Dubbed the “Gateway to Cottage Country”, the City of Barrie has long been a popular draw for Muskoka-bound tourists as well as downsizers seeking a quieter pace of life.
However, the municipality has been enjoying a resurgence in demand due to the “spillover effect”. Buyers from neighbouring Toronto have increasingly set Barrie in their sites for its picturesque communities, lake-side lifestyle, and comparatively affordable real estate; Barrie homes for sale went for an average of $494,488 in March compared to $830,043 in the 416, while sales ticked 12% higher year over year.
“Barrie has experienced a tremendous amount of growth over the past decade, ” says Isabel Fonseca, a Zoocasa real estate agent in Barrie. “It is no longer the commuter town it used to be and now offers the best of both worlds: a close-knit community experience plus services that rival those found in large Canadian cities, including great schools and state-of-the-art medical facilities.”
Fonseca says that this transformation is attracting more first-time buyers and young families to the area, which has in turn spurred the growth of boutiques, restaurants, music venues, and other lifestyle amenities, particularly along the Lakeshore. Further, a growing number of companies are opening up offices and transferring their employees to the area, which along with the Canadian Armed Forces Borden base close by has created demand for rental properties in multiple neighbourhoods. As a result, investors looking for relatively affordable opportunities outside the GTA are now paying closer attention to Barrie.
Barrie Supply and Demand Remains Balanced
Despite this increase in demand, much of the Barrie market was considered balanced in the first quarter of the year with a sales-to-new-listings ratio of 49%. This indicates nearly half of all new listings brought to market between the beginning of January and end of March were sold, which helped stabilize upward pressure on prices.
In fact, according to a new study by Zoocasa, 10 of the city’s 11 main neighbourhoods can be classified as affordable for buyers earning the region’s median household income of $77,904.
To find whether home prices in each neighbourhood are aligned with incomes, the study sourced average sold prices for homes that changed hands between January 1 and March 31, 2019, from the Barrie and District Association of Realtors. It then determined the minimum income required to qualify for a mortgage for the average home in each neighbourhood, assuming a 3.75% interest rate, 20% down payment, and 30-year amortization.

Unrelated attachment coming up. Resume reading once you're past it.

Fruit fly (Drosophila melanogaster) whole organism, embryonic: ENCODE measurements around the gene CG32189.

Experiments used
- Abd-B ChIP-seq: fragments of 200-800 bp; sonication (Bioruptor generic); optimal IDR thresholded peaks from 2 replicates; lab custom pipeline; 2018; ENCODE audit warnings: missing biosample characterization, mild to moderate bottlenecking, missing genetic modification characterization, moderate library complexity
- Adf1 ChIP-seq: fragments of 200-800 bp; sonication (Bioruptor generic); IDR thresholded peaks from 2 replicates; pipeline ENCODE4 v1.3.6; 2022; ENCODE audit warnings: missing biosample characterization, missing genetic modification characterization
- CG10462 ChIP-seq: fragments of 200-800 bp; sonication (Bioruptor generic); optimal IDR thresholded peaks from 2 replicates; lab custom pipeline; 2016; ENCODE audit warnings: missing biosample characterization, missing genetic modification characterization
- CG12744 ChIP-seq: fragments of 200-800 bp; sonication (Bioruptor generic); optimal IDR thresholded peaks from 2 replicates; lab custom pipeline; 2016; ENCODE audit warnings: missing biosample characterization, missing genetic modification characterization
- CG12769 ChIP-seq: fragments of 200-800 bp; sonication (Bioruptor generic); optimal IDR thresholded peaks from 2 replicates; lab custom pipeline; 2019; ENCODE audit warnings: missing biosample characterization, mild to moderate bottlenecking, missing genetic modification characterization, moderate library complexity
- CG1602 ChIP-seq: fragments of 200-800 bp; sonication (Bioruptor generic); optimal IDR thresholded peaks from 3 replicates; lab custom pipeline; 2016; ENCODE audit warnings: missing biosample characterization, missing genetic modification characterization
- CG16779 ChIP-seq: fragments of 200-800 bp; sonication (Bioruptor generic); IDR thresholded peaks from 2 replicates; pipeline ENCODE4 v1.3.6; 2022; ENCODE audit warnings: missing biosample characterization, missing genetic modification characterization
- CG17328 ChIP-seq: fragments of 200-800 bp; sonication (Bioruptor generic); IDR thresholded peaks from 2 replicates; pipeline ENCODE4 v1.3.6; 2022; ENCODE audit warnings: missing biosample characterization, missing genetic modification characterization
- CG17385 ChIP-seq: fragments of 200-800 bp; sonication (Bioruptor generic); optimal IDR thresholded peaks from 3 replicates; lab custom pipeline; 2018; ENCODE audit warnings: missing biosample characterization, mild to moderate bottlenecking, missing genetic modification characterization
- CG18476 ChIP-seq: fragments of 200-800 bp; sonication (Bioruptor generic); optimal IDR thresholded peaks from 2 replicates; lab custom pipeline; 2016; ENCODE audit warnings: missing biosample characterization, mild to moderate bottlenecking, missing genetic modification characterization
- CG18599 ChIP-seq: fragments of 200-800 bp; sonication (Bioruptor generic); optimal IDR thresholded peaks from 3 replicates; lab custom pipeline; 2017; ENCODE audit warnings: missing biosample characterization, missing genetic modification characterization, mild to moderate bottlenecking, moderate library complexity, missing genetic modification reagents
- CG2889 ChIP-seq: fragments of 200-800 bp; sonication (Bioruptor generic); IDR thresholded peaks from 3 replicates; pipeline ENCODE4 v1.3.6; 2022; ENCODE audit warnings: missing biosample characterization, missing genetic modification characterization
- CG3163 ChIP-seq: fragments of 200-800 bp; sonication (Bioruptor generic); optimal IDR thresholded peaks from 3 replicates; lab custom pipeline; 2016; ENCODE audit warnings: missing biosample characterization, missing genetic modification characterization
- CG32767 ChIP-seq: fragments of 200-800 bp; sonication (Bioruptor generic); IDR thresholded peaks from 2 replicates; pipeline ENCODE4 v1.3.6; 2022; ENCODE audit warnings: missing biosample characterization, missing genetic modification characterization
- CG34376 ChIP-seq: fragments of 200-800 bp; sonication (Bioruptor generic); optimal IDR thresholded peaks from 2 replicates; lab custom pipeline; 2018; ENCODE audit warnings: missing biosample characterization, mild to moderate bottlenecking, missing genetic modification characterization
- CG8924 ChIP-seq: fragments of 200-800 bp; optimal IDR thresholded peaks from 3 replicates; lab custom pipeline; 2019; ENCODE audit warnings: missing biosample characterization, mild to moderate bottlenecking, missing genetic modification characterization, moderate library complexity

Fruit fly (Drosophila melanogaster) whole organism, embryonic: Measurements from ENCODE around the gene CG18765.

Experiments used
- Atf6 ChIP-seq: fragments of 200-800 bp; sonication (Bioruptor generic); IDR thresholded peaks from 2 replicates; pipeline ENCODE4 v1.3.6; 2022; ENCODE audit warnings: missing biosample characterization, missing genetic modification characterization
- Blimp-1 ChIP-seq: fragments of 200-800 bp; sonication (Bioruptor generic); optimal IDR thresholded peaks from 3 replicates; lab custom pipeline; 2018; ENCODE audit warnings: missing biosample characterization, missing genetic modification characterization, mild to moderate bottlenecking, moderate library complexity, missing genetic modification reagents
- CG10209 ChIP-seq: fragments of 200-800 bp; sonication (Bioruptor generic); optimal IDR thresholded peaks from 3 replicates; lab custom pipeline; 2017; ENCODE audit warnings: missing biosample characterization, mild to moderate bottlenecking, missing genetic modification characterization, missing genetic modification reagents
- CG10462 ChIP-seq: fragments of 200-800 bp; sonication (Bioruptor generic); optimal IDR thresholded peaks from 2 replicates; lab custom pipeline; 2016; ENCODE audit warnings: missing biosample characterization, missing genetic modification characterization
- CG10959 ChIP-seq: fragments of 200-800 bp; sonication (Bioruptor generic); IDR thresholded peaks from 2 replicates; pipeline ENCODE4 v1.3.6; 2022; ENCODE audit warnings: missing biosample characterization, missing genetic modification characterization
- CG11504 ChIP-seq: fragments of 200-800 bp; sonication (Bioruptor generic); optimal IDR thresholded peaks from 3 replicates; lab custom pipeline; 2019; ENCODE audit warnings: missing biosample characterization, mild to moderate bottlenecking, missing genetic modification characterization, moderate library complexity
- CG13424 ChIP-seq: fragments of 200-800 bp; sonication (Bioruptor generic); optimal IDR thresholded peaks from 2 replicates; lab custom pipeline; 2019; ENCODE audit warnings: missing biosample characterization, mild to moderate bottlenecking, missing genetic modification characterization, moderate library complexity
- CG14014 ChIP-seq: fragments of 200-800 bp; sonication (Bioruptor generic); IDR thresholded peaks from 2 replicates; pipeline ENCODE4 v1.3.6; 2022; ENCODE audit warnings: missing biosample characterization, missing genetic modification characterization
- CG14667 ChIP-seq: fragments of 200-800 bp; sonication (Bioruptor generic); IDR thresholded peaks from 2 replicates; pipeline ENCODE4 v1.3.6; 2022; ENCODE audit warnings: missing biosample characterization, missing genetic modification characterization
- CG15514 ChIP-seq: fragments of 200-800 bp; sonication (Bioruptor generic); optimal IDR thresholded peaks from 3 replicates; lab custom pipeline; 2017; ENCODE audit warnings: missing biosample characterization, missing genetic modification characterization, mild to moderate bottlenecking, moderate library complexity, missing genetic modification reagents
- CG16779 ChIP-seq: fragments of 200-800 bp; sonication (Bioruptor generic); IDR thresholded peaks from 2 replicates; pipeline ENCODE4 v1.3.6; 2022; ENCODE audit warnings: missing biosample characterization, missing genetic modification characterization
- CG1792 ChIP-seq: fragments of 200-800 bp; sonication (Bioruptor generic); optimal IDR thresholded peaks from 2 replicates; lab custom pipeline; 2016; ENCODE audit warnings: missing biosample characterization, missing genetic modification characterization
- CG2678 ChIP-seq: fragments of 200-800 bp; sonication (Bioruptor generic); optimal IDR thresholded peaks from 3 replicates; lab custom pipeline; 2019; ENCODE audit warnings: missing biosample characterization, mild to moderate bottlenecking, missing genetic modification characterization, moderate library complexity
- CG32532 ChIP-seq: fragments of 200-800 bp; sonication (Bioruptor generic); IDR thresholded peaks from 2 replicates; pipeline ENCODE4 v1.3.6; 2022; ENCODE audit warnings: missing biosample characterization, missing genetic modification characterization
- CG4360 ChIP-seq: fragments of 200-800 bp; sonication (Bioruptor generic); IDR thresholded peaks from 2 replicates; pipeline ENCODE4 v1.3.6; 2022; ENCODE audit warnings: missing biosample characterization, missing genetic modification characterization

That minimum income amount was then compared to Barrie’s actual median income of $77,904 to determine whether prospective home buyers enjoyed an income surplus or gap. A higher number of income gaps indicates overall unaffordability within a market, while income surpluses mean buyers are able to purchase homes without maxing out their borrowing power, indicating incomes have kept pace with real estate prices.
10 of 11 Barrie Neighbourhoods Can Be Considered Affordable
Based on the study’s methodology, the neighbourhood of Innishore was the only local market where buyers faced an income gap; a minimum income of $86,100 would be required to purchase the average home priced at $604,510, a difference of $8,295.
Home buyers looking for the best affordability should set their sights on City Centre, where the average home priced at $393,179 can be purchased on a minimum income of $56,065 – leaving median-earning buyers with a surplus of $21,839.
The neighbourhood of Lakeshore is the second-most affordable with an average home price of $431,019 leaving buyers with a surplus of $16,444, while Sunnidale is third with an average home price of $439,245 and a surplus of $15,271.
Check out the infographic below to see how home prices align with median incomes across the City of Barrie:
Penelope Graham is the Managing Editor at Zoocasa, and has over a decade of experience covering real estate, mortgage, and personal finance topics. Her commentary on the housing market is frequently featured on both national and local media outlets including BNN Bloomberg, CBC, The Toronto Star, National Post, and The Huffington Post. When not keeping an eye on Toronto's hot housing market, she can be found brunching in one of the city's many vibrant neighbourhoods, travelling abroad, or in the dance studio.